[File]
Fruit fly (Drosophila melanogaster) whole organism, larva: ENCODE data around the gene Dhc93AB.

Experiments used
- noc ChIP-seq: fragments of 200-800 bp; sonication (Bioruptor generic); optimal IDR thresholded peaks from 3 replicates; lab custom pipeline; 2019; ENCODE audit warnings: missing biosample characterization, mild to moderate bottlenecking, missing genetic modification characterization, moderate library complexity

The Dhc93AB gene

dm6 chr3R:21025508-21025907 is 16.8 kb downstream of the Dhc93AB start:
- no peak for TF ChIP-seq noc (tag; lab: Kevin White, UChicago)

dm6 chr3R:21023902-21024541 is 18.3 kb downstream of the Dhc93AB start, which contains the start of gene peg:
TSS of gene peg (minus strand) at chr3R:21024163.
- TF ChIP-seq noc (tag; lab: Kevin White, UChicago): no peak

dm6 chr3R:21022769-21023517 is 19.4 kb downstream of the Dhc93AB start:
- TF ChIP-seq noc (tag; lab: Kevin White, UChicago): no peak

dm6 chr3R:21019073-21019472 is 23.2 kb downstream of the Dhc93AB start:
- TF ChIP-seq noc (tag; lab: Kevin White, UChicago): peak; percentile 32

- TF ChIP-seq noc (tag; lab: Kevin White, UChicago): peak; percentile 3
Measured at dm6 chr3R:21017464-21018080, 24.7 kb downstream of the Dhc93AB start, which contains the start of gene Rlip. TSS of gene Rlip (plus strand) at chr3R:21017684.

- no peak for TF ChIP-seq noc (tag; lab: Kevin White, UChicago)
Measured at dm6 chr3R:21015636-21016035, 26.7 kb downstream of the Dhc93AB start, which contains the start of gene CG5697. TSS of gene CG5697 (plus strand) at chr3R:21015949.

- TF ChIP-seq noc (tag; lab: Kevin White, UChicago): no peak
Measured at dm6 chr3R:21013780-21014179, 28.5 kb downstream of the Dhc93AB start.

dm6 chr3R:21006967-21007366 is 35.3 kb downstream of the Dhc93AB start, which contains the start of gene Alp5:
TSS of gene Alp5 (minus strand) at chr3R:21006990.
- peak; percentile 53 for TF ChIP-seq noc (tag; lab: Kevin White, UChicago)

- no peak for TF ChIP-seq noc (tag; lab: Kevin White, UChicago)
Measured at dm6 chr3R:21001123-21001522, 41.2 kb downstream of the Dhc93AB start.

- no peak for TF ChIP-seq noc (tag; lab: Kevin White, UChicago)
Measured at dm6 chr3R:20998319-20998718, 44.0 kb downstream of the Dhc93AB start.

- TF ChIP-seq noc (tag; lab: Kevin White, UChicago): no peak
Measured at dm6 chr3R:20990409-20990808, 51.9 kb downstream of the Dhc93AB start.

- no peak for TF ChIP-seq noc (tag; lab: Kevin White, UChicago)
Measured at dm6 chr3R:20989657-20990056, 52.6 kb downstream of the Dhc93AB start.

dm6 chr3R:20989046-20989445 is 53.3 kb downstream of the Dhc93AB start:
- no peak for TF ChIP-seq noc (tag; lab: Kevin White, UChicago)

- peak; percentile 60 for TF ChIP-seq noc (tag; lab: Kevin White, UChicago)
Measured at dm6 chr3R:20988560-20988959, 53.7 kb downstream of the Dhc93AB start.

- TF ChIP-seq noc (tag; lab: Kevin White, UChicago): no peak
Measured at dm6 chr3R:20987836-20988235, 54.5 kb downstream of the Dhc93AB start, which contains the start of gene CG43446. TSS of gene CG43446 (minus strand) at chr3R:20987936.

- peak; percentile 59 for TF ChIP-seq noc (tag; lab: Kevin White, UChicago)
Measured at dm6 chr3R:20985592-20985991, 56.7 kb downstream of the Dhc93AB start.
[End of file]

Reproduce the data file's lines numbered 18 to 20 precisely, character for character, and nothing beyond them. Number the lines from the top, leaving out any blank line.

- TF ChIP-seq noc (tag; lab: Kevin White, UChicago): no peak
Measured at dm6 chr3R:21013780-21014179, 28.5 kb downstream of the Dhc93AB start.

dm6 chr3R:21006967-21007366 is 35.3 kb downstream of the Dhc93AB start, which contains the start of gene Alp5: